It’s difficult to upgrade from XP to 7. However, it is a lot easier to
upgrade from XP to Vista and from Vista to 7. If I am running XP and have not
upgraded to Vista but have the Vista OS on CD which I never bothered to install
as I never like to install MS products until they have been out a while since
there are always a lot of bugs and then I heard that vista wasn’t all that good
anyway. Would it make sense to upgrade to Vista and then to 7 in two steps, one
right after the other?
While there’s no direct Windows XP to Windows 7 upgrade path, it’s quite
possible to do what you describe: upgrade first to Windows Vista, and then
upgrade that to Windows 7.
Whether it makes sense is a matter of opinion.
And in my opinion the answer is no.
When Microsoft released Windows 7 they did not include a direct upgrade path for people using Windows XP. What this means is that you could not purchase Windows 7 and simply upgrade your existing Windows XP installation. Instead, the approach required is to backup, reformat and install Windows 7 from scratch.
As it turns out that’s my recommended approach even if the upgrade path were available.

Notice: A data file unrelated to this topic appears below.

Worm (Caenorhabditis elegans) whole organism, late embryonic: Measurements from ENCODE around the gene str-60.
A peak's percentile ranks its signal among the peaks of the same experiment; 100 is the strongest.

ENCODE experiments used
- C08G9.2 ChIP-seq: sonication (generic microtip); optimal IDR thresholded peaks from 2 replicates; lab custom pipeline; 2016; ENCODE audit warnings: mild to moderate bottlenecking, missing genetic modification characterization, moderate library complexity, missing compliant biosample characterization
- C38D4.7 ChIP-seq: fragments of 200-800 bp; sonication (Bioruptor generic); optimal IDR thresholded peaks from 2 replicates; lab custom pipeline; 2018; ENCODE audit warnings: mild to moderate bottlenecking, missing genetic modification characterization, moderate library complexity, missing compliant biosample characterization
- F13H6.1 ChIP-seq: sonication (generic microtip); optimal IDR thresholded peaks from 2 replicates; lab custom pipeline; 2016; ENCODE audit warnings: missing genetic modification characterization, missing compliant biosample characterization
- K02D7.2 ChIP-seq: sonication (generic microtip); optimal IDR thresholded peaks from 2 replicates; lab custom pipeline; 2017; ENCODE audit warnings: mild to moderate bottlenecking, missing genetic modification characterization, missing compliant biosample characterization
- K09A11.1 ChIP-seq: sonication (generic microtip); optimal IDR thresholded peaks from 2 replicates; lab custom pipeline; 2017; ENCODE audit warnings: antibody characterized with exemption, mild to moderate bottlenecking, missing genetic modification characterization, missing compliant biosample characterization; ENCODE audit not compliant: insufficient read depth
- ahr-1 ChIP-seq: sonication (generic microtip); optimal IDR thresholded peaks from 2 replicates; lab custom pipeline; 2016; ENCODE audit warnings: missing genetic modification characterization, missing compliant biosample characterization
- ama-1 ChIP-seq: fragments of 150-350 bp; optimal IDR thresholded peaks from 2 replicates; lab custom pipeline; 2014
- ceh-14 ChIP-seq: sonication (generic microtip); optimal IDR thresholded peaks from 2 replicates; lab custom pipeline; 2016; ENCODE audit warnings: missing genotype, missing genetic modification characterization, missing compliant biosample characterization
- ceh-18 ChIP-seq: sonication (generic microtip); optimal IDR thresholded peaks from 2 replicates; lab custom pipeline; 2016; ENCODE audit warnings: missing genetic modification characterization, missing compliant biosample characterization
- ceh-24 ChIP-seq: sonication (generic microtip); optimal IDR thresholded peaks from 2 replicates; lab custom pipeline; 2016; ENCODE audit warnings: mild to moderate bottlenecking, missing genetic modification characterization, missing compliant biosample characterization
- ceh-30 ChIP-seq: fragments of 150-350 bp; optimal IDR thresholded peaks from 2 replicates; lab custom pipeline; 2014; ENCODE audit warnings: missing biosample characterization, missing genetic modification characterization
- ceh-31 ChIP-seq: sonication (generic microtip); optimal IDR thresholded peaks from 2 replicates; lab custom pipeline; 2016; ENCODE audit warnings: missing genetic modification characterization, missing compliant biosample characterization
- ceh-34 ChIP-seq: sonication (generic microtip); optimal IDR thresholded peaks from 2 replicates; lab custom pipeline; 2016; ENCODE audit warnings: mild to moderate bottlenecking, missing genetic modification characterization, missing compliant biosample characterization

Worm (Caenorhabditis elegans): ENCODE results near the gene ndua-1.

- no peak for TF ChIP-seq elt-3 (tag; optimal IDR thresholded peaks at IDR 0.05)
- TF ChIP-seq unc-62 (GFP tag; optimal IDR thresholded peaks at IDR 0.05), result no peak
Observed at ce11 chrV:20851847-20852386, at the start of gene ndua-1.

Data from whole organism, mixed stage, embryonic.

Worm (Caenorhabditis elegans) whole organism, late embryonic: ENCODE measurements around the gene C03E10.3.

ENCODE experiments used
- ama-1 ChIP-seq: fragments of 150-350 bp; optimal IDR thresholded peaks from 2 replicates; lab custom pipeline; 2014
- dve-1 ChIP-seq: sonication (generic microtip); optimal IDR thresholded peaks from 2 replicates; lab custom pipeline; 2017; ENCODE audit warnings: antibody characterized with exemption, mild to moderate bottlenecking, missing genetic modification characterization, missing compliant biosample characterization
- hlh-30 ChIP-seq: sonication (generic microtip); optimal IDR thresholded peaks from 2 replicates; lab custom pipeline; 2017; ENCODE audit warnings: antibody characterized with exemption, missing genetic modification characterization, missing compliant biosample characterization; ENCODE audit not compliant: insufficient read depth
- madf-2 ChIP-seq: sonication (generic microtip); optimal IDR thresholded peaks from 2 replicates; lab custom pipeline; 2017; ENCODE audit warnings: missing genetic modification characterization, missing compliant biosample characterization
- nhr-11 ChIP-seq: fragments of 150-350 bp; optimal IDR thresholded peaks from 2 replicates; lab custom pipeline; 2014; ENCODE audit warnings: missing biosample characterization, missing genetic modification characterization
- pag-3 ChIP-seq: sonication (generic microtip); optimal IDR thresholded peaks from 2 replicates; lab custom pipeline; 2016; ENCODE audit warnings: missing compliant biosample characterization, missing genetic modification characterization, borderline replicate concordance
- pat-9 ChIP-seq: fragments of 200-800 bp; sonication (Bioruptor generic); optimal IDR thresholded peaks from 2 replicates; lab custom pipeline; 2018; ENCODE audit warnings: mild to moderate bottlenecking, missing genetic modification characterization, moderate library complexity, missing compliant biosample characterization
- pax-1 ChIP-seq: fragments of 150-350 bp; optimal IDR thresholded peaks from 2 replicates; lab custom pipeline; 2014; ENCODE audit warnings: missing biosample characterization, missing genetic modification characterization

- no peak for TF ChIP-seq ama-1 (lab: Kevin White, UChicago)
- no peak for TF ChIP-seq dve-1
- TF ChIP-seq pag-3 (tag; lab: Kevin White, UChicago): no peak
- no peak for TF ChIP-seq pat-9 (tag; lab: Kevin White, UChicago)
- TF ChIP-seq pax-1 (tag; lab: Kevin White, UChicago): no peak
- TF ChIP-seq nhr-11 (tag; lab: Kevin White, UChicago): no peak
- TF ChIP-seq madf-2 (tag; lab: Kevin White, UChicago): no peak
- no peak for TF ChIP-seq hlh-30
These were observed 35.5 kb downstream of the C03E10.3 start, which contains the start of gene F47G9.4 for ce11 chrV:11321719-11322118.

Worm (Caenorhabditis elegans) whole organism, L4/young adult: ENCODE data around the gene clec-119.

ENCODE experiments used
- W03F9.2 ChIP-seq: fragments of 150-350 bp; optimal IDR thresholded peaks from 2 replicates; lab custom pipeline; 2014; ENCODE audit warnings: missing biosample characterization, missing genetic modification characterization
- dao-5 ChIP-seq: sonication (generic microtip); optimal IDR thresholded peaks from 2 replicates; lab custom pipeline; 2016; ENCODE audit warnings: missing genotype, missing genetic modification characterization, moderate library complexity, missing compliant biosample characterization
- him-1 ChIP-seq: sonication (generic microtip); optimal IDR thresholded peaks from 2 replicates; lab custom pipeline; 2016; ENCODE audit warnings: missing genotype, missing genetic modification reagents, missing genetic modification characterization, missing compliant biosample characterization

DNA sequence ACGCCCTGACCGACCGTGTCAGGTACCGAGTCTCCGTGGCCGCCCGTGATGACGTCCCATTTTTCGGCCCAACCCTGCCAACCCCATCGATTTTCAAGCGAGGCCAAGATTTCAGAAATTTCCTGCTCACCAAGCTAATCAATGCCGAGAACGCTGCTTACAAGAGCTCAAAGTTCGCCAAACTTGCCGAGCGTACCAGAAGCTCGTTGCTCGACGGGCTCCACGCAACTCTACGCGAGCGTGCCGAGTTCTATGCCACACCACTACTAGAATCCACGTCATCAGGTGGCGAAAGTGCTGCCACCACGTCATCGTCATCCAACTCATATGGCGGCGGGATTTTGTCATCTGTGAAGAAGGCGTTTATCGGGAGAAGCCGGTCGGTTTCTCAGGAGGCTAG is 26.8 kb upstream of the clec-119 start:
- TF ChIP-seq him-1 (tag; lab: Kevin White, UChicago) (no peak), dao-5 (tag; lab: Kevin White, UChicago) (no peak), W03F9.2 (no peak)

More on that in a moment.
One approach that several people have identified as being a potential workaround for that limitation is to first upgrade Windows XP to Windows Vista, which is supported, and then upgrade the resulting Windows Vista to Windows 7, which is also supported.
That requires a copy of Windows Vista, of course, and the time and patience to sit through two operating system upgrades.
As it turns out many people actually have copies of Windows Vista that they either have elected not to use, or in some cases reverted from, preferring to go back to Windows XP at some point. Whether or not they have the time and patience, I can’t say.
The good news is that in theory, it should work.
The bad news is that I said “in theory”.
Operating system upgrades are a pretty major event. And, unfortunately, it can be somewhat fragile. If the machine is messy, or has malware or there’s something broken about the existing version of Windows the upgrade can fail or end up being incomplete. The result, if it works, can be a somewhat fragile installation of Windows that “just ain’t right”.
I’m not saying this will happen, I’m just saying that it can, and does. Many, if not most of the Windows installations I hear of that have weird problems are often installations that have been upgraded rather than cleanly installed.
It’s a risk.
And you’re taking that risk.
An operating system upgrade is not just a convenient place to start cleanly with a fresh install, it’s also an opportunity to avoid some issues that can result from an upgrade install.
So to answer your question, no, in my opinion it doesn’t make sense. The risk is simply too high. You’ll spend a lot of time installing and perhaps dealing with resulting issues. In the long run that backup, reformat, clean install approach might actually take less time, and will almost certainly result in the cleanest most stable system possible.